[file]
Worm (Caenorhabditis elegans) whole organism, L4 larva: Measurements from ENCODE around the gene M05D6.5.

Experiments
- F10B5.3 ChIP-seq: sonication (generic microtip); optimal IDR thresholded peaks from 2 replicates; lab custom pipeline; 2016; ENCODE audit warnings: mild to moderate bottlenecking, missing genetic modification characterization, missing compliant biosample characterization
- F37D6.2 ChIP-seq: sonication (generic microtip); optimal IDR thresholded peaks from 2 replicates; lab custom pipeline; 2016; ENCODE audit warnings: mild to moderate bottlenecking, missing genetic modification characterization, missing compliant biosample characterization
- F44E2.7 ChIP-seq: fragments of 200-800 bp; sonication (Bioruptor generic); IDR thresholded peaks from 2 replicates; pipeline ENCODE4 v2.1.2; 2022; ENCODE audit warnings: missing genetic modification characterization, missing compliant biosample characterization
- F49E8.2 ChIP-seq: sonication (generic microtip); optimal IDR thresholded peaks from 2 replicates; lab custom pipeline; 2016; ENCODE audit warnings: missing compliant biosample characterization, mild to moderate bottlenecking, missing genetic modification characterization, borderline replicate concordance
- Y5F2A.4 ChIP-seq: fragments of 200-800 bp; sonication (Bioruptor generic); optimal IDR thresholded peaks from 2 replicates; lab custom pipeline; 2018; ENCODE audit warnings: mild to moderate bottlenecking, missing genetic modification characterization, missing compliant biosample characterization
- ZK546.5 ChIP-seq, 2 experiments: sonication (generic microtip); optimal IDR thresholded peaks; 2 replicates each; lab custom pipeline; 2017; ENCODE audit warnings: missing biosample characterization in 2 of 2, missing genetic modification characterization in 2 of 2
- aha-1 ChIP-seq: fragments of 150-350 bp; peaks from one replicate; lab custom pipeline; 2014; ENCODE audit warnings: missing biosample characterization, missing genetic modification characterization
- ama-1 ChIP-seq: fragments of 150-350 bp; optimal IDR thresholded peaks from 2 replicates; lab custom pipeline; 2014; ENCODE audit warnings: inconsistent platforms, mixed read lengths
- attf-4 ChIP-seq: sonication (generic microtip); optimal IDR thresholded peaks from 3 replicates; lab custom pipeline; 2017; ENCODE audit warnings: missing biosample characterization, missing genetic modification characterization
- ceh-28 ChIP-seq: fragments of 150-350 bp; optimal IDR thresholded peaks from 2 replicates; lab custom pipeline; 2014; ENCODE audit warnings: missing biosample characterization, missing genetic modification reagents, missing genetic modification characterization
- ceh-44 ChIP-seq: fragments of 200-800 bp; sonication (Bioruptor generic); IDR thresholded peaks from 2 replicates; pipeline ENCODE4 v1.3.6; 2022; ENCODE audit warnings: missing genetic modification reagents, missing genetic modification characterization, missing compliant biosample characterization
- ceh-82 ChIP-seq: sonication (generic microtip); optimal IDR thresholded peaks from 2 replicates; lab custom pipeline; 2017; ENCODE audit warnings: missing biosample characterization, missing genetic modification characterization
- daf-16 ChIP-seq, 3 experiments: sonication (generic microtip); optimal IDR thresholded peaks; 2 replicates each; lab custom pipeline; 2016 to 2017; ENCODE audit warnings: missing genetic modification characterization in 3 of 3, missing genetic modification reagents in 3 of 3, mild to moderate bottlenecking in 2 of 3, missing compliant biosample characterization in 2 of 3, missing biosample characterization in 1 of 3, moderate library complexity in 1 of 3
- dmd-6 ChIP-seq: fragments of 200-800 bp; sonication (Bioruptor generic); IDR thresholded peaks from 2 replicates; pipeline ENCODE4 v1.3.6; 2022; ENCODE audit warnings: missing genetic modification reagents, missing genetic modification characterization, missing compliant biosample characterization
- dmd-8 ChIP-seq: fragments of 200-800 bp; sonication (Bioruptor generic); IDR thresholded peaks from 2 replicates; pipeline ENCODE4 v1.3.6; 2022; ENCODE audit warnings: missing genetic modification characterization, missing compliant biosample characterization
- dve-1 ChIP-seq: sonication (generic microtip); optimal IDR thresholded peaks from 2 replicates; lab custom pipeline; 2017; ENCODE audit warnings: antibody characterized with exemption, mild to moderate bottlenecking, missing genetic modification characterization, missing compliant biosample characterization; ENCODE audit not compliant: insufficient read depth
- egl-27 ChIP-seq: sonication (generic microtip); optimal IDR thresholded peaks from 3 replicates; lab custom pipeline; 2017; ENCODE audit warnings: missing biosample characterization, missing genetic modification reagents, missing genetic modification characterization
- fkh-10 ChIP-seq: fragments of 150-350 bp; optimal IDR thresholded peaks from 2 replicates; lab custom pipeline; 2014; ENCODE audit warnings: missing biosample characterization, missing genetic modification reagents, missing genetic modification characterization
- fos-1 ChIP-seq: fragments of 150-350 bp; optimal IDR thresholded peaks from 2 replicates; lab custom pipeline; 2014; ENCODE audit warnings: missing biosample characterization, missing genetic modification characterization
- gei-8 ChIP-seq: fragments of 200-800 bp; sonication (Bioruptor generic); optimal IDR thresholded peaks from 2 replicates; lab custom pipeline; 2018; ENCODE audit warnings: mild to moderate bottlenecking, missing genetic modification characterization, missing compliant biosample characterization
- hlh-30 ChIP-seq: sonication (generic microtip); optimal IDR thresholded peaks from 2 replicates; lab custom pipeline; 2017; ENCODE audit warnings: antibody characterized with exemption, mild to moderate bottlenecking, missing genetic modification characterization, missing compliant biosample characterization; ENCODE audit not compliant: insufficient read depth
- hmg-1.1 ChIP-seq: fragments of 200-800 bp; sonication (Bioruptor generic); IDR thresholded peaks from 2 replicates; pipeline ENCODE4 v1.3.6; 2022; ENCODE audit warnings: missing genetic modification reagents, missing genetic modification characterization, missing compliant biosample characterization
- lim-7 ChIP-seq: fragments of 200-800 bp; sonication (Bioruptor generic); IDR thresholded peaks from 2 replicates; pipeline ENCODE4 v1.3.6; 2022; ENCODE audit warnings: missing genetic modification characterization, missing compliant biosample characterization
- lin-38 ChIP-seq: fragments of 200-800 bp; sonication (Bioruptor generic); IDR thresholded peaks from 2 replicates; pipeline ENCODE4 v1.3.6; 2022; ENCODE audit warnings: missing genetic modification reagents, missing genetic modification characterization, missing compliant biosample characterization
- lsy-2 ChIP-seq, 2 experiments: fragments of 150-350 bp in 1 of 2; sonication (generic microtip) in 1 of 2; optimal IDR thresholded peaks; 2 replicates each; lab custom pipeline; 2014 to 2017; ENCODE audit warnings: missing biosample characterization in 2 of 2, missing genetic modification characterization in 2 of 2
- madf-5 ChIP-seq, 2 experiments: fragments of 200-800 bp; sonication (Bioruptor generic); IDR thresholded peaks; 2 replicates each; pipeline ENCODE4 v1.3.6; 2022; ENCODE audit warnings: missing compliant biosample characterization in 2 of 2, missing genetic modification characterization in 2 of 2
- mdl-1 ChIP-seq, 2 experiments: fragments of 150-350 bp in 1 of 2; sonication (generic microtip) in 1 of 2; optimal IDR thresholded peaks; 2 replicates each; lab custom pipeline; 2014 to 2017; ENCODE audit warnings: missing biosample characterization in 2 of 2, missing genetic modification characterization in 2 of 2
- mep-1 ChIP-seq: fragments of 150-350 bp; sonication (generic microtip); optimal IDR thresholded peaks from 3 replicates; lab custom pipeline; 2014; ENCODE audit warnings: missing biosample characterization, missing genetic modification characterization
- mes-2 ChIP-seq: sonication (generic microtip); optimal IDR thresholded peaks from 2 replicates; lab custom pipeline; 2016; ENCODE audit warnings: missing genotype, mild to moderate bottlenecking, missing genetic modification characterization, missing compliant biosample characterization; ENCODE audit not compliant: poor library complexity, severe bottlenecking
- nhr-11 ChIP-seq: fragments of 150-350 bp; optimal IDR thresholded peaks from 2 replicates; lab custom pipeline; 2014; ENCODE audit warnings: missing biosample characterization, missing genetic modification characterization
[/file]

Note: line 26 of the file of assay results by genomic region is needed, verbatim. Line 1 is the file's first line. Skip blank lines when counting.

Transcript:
- lin-38 ChIP-seq: fragments of 200-800 bp; sonication (Bioruptor generic); IDR thresholded peaks from 2 replicates; pipeline ENCODE4 v1.3.6; 2022; ENCODE audit warnings: missing genetic modification reagents, missing genetic modification characterization, missing compliant biosample characterization